Cruel September looms for GOP

For Republicans, September is shaping up to be a month of bitter pills.

It appears increasingly likely to GOP lawmakers that they will be asked to vote for two things they hate at the end of the month.

The first is a continuing resolution that would keep the government open and funded at current spending levels.

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It is likely to be tied to the second: a bill to raise the debt ceiling, another measure anathema to congressional conservatives.

“I think we’re in for a long fall,” White House director of legislative affairs Marc Short said at an Americans for Prosperity event Monday night.

Congress faces a Sept. 30 deadline to prevent a government shutdown, while Treasury Secretary Steven MnuchinSteven Terner Mnuchin5 things to know about Trump's escalating trade war with China On The Money: Trump signs first 2019 'minibus' spending package | Mueller probing transactions by Russian organizers of Trump Tower meeting | Stocks brush off trade fears On The Money: Cohen reportedly questioned over Trump dealings with Russia | Trump hails economy | Tells workers to 'start looking' if they want a better job | Internal poll shows tax law backfiring on GOP MORE, somewhat conveniently, has set a Sept. 29 deadline for raising the nation’s borrowing limit.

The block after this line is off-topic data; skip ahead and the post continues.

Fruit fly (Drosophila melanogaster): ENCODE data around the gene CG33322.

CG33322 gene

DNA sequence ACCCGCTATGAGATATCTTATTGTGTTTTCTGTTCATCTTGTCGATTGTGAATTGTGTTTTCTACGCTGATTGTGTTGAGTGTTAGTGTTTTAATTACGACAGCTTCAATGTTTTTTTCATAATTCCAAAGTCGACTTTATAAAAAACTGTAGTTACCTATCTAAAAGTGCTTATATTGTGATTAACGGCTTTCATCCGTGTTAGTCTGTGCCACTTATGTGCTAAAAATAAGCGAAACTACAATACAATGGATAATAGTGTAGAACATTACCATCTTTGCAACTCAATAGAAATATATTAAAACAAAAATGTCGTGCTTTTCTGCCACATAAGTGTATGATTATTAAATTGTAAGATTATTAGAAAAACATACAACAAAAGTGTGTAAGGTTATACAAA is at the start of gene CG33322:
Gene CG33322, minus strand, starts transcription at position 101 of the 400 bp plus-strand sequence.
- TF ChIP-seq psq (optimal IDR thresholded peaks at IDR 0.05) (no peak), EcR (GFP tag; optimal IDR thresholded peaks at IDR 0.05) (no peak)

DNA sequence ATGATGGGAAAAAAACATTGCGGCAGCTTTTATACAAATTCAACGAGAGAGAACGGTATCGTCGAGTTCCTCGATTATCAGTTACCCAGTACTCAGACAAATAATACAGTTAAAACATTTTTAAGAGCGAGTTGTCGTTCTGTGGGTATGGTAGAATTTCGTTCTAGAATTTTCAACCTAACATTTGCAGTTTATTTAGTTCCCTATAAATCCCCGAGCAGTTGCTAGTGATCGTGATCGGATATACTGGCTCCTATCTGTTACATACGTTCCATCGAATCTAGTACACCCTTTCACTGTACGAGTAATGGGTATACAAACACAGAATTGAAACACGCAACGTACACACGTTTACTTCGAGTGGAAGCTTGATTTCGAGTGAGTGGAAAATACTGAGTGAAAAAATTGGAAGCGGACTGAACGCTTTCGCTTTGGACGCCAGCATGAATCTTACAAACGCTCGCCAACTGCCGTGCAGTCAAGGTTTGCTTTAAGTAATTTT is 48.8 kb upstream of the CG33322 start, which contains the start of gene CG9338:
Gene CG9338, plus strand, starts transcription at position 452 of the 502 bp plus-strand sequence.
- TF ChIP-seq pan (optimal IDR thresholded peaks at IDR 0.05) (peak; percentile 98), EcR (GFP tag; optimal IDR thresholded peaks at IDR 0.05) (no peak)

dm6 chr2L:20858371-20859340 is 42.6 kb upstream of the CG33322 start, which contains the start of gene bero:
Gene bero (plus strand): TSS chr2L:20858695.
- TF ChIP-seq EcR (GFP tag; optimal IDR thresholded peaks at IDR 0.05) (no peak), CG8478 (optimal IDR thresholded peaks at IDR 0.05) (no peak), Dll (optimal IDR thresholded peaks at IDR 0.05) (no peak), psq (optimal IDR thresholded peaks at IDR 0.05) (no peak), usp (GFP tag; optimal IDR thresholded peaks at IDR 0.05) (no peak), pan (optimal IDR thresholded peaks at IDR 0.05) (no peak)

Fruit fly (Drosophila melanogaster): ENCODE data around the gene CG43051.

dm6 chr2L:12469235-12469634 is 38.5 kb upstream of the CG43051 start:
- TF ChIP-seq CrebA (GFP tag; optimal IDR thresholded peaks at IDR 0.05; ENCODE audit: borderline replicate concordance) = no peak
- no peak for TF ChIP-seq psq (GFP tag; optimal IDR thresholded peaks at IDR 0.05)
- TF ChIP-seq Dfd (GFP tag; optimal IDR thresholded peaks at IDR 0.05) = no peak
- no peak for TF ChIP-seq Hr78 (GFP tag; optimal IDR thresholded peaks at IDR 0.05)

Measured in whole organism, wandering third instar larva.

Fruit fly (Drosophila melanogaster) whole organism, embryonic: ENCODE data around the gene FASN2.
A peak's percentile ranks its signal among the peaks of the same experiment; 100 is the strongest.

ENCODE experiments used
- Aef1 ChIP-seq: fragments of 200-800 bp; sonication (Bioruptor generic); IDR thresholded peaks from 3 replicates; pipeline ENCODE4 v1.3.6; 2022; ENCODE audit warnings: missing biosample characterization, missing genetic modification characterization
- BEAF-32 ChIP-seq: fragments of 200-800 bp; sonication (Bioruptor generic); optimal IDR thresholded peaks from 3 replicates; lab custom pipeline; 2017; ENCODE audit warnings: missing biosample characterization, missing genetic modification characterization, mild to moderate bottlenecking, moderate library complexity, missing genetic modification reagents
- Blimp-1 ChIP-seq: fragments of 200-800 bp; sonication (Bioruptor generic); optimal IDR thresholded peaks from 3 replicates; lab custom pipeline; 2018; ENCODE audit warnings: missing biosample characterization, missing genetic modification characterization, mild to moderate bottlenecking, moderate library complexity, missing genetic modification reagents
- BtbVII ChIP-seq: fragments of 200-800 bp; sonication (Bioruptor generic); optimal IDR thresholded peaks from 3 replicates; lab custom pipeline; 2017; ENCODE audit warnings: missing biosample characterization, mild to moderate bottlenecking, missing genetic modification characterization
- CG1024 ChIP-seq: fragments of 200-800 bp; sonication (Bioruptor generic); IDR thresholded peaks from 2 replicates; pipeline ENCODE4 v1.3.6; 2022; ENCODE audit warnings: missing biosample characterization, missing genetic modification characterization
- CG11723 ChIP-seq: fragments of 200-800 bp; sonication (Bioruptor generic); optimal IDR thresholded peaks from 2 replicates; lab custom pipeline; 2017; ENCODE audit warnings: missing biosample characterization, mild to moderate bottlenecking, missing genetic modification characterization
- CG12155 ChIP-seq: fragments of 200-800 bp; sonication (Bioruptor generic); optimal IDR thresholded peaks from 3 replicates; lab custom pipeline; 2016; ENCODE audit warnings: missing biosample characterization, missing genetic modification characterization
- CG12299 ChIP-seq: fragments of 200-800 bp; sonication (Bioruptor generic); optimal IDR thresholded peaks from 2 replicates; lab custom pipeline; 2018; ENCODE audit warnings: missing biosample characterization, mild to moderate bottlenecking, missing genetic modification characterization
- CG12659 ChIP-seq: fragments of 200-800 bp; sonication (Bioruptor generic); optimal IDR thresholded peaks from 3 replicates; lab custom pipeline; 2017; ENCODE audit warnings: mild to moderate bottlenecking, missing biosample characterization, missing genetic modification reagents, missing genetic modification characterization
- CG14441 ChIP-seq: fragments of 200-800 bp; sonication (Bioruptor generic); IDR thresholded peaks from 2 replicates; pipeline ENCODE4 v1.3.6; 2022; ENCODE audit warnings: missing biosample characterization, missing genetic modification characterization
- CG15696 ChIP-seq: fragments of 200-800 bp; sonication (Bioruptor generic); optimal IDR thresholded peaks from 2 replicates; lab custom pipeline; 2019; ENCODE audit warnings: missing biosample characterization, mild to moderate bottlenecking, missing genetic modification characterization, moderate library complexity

Mnuchin says the hike should be “clean,” meaning it should not be tied to spending cuts or reforms demanded by conservatives.

To get the bill through the Senate, Republicans will need support from Democrats, giving the minority leverage.

Republicans loath funding the government with a continuing resolution because it blocks or postpones a slew of their priorities, including funds for President Trump’s border wall, significant increases in military spending and cuts to nondefense discretionary spending.  

“We’d be against a continuing resolution because that wouldn’t allow us to fund those priorities,” White House budget director Mick Mulvaney said in June.

Republicans could avoid the continuing resolution by reaching a deal on a broader spending bill, but that would also require Democratic support in the Senate, and time is running out.

So far, the House has only managed to approve four spending bills. The Senate has not approved any, and most have not even made it out of committee.

This means the continuing resolution is a more likely outcome and one that would buy time for a longer budget deal at the end of the year.

Several prominent conservative leaders sounded resigned to a continuing resolution as House members began their recess last week.

“September is going to be a very difficult month, I mean obviously all of this is coming into play right away, all the fiscal issues and deadlines are going to make it extremely difficult to get everything done in a piece-by-piece basis,” said Rep. Mark Meadows (R-N.C.), the chairman of the conservative House Freedom Caucus.

“I think that there is no way to work quick enough to do a normal appropriations process, so a CR will be the result, because of inactivity in the Senate,” he added.